Peace of Mind: A Book of Calm for Busy Mums by Georgina Rodgers
|Peace of Mind: A Book of Calm for Busy Mums by Georgina Rodgers|
|Reviewer: Ruth Ng|
|Summary: I was left underwhelmed, but if you need a little lightness and magazine-style me-time in your life, there are lots of ideas to try in this book.|
|Buy? maybe||Borrow? yes|
|Pages: 256||Date: February 2016|
|Publisher: Hodder & Stoughton|
|External links: Author's website|
The promise of a book bringing me calm was too much to resist! There it is, in the title, my job description (busy mum...well, that's just one of my jobs!) and that elusive state that many mums seem to be trying to find, peace of mind. I have to say, I was looking forward to some insightful revelations into changing my life. I think the problem, however, was quickly apparent in that like a busy mum, who is trying to wear a hundred masks at the same time, and carry out a multitude of roles, this book isn't entirely sure what it's trying to be, with everything from poetry and colouring to mindfulness and recipes.
There were a lot of things to like. It's clearly designed for people who only get 3 minutes of quiet reading time in one go, and therefore it's written with lots of bullet points, shaped like flowers so they seem friendly and more calm-inducing. There are short, informative paragraphs, or quick quotes to read alongside of spaces to fill in your own thoughts and ideas, or suggestions of things to make and do. It has the light touch of a women's magazine and indeed you can dip in and out of the book as you wish, and as you have time, to find a few moments of peace in your life and some new ideas to try.
A lot of the text is about mindfulness, but written in an accessible way. There are plenty of different suggestions about different exercises and breathing to try, or sleep techniques, or simple meditations, and I liked that there was a variety of suggestions as if something didn't sit quite right with me, there were plenty of other options of what I could do. The colouring pages weren't brilliant, to be honest, and if that's what you fancy doing then there are plenty of really lovely that will more than satisfy those needs. This is a rather thick book to be trying to bend open and colour on, so I personally skipped those pages.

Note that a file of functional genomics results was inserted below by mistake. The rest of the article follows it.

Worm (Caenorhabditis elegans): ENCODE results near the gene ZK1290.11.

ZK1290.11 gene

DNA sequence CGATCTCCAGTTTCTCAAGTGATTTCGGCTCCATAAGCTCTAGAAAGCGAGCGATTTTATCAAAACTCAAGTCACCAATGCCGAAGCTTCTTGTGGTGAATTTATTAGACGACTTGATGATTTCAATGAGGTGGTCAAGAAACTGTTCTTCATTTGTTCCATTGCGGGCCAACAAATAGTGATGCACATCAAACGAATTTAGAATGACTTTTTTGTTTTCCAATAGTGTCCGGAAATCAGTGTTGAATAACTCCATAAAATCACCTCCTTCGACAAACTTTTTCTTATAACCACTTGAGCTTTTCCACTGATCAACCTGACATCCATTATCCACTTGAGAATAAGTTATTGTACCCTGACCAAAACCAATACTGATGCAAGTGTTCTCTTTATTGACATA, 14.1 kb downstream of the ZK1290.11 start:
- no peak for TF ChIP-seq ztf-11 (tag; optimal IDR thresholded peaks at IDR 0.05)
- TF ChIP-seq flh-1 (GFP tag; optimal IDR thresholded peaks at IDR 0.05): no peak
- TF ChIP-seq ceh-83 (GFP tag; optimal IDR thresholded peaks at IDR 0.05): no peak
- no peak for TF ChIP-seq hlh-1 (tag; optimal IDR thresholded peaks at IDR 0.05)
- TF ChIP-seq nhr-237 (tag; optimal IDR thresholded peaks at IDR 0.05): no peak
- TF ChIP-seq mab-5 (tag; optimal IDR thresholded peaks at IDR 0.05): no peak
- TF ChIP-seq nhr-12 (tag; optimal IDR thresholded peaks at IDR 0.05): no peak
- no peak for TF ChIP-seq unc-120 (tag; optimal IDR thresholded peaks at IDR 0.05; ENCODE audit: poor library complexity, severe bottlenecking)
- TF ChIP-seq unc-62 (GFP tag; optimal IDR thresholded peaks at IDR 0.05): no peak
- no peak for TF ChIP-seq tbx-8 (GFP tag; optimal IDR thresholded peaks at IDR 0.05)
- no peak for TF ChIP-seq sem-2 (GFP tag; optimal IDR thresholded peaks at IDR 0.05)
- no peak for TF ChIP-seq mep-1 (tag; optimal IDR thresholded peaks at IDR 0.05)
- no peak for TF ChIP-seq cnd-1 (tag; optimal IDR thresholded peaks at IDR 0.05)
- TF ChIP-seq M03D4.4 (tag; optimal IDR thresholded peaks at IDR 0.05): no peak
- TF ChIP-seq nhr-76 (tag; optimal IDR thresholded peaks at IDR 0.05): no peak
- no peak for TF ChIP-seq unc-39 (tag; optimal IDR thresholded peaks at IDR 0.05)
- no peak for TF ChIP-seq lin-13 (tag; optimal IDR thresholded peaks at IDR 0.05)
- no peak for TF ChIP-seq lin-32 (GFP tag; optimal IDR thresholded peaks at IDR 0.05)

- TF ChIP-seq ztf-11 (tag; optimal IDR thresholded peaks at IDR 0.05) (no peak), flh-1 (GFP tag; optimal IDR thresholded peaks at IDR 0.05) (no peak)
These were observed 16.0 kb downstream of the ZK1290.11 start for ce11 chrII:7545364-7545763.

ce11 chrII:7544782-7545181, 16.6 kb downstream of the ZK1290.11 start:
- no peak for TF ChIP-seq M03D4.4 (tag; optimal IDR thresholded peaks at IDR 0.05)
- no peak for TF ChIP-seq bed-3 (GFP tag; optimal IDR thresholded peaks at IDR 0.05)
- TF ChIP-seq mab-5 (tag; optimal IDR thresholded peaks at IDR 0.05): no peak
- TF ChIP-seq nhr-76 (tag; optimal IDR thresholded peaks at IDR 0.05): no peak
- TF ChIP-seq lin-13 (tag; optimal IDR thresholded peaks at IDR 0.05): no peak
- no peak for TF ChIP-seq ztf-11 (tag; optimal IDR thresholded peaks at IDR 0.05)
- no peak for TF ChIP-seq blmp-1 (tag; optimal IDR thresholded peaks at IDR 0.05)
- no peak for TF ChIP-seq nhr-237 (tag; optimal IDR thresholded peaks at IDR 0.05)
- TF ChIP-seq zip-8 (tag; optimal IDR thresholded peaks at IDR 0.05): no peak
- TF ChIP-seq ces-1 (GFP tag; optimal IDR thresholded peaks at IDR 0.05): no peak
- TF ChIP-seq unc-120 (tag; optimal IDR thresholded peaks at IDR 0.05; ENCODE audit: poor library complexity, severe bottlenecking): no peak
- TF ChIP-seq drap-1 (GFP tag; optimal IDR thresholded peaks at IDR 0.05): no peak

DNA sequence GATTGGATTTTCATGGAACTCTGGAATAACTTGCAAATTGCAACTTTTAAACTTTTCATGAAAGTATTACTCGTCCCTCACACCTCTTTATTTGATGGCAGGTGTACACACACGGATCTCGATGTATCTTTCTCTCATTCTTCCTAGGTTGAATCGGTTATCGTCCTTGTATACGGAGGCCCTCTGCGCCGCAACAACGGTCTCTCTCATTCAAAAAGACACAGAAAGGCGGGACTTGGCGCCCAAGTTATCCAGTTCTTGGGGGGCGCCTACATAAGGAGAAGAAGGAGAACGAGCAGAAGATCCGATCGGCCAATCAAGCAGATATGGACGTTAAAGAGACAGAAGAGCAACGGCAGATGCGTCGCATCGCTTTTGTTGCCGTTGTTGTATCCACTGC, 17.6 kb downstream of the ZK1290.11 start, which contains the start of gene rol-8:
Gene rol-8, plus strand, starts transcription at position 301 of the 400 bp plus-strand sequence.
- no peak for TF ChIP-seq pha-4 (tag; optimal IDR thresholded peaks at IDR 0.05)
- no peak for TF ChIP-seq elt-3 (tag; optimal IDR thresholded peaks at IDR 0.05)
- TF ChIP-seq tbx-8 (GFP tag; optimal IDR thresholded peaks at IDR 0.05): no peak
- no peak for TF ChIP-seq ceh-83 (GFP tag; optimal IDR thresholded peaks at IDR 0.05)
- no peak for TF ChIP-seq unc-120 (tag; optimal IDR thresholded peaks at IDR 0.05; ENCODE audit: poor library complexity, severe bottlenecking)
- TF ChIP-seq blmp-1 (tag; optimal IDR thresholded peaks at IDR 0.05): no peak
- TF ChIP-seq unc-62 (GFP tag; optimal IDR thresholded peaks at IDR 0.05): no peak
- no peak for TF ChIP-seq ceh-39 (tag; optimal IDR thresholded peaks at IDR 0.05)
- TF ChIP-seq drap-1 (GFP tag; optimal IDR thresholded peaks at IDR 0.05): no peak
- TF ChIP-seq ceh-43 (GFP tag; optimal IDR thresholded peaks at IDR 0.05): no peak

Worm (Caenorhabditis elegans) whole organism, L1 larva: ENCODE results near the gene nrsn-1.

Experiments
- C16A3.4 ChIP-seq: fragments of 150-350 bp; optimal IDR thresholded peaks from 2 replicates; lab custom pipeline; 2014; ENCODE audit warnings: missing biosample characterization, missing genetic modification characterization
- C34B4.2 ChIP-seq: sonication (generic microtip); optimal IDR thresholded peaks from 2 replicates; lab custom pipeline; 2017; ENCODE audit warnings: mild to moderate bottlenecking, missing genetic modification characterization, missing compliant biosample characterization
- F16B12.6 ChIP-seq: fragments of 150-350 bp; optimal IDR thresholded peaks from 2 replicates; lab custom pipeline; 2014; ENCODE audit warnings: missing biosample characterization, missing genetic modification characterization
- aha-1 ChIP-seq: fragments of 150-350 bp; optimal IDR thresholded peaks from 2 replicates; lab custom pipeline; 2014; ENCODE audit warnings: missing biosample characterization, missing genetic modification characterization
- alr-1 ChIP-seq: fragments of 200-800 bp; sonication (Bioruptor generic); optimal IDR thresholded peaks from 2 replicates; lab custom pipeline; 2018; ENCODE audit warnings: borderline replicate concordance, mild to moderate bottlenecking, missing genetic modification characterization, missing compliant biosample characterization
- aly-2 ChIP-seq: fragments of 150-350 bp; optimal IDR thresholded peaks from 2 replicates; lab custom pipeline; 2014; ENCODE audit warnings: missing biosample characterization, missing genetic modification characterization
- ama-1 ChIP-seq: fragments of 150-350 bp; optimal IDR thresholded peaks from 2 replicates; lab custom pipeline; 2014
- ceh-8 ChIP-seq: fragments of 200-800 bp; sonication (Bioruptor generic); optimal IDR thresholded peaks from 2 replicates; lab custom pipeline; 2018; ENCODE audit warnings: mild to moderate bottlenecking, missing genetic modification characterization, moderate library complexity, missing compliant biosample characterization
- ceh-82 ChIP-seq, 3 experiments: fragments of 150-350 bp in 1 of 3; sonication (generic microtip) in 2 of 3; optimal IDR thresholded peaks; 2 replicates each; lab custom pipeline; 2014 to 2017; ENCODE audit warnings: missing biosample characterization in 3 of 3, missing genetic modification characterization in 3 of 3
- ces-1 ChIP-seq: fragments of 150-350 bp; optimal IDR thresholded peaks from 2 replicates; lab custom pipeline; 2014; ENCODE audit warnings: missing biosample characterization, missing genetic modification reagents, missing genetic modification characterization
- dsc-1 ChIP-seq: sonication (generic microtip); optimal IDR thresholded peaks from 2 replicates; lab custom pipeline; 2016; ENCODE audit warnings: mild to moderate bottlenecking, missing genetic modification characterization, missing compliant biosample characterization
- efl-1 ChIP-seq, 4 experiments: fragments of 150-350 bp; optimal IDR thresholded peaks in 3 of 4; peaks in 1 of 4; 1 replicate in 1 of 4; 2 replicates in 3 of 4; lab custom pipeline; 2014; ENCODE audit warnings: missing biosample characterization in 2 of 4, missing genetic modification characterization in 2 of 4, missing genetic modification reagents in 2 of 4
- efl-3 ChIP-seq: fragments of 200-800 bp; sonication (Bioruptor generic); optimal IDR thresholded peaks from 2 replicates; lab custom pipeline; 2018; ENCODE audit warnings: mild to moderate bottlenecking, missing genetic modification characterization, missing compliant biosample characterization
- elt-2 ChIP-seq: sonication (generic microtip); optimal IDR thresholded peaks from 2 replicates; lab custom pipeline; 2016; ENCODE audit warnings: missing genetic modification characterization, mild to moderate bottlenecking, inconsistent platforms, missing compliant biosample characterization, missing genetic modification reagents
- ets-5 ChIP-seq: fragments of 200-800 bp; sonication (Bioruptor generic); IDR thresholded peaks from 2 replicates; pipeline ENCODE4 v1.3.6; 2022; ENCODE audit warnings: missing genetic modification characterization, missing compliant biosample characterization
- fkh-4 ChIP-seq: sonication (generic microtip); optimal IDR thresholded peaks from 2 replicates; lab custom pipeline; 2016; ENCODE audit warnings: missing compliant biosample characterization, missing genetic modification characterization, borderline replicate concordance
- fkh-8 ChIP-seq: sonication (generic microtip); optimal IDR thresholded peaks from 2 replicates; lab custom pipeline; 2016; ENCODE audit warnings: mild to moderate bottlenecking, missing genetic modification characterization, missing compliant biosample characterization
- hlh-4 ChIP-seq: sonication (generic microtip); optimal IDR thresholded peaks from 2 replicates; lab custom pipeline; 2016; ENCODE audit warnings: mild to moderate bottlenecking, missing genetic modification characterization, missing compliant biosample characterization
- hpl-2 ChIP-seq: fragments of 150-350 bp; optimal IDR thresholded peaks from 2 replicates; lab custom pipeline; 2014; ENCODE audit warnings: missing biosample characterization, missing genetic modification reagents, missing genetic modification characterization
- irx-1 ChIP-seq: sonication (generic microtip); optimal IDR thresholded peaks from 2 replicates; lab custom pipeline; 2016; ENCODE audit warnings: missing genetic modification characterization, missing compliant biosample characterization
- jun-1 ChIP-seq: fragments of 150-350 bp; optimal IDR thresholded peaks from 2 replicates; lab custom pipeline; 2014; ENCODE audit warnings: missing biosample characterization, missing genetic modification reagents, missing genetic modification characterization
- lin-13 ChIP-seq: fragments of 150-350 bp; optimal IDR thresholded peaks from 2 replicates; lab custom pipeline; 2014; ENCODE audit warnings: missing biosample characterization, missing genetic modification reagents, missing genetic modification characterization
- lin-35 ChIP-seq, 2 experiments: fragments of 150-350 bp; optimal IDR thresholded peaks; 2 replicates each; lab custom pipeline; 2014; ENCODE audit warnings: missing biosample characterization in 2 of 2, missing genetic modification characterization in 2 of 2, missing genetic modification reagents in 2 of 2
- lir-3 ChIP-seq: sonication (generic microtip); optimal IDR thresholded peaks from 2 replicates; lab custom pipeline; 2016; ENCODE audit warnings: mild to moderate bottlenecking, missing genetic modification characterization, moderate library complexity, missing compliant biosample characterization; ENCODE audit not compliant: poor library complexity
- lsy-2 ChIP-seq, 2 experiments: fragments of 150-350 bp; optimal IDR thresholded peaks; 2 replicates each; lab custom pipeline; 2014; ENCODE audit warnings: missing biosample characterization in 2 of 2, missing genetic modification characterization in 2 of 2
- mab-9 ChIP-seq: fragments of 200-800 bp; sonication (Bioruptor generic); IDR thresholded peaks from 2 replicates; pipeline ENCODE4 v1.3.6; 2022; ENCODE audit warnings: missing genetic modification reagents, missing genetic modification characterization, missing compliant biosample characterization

There were a couple of things I'm hoping to try, including a 30 day photo challenge, and also a creativity exercise involving circles. Much of the rest of the book, however, left me wanting. It's perhaps a symptom of working part time in an academic environment, but I become increasingly frustrated by the generalised assertions that the book makes, or the 'research' referred to. One chapter refers to people (or just women? It isn't clear) getting on average two hours less sleep than in 1960. 'Really?' I thought to myself, 'That's an interesting change to have happened.' However, without any references as to where that information came from, I was unable to read any more about it. There are no references through the book at all, so any survey, or research, or proven scientific fact that is mentioned has to be taken at face value and could, in all likelihood, just have been discovered on the internet from a wikipedia page! I perhaps could have forgiven this, perhaps, but then I'm afraid I came across one quote in the book that reads Piglet: 'How do you spell love'? Pooh: 'You don't spell it, you feel it.' Winnie the Pooh, A.A. Milne What's wrong with this? I hear you cry. Well, nothing, except that I am 99% sure that it isn't a quote from Winnie the Pooh. Or The House at Pooh Corner either. I looked through both books, both favourites of mine, to try and check. It is quoted heavily all over the internet, because the internet does love a good Pooh quote, but I'm afraid that I cannot verify that it is real, and so after that I found I had lost my trust in the author.
I expect if I'd read this 3 years ago whilst breastfeeding my son and getting 3 hours of sleep if I was lucky, I would have thoroughly enjoyed the breathing exercises, and the bright ideas of changes to my routine, or little suggestions to try in my life, and I wouldn't have read too deeply into the text. As it is, I am still a busy, permanently exhausted mum, but I found that I wanted something a little deeper, and a little more meaningful than what this book has to offer. The author writes well, with an engaging style, but also without being an expert in anything that she's writing about. As long as you're okay with that then go ahead and grab yourself a copy (and I recommend trying the mindful walk suggestion, it was an interesting experience for me with my tendency to speed walk everywhere). If you're a stickler for detail, however, then you may wish to look elsewhere for your moments of calm.
Further reading suggestion: If you're feeling overwhelmed by motherhood, you might want to look at this honest account When Will I Sleep Through the Night? An A - Z of Babyhood by Eleanor Birne and for a lift in your spirits, if you can find the time, take a look at How to Be Happy (or at least less sad): A Creative Workbook by Lee Crutchley.
You can read more book reviews or buy Peace of Mind: A Book of Calm for Busy Mums by Georgina Rodgers at Amazon.co.uk.
You can read more book reviews or buy Peace of Mind: A Book of Calm for Busy Mums by Georgina Rodgers at Amazon.com.
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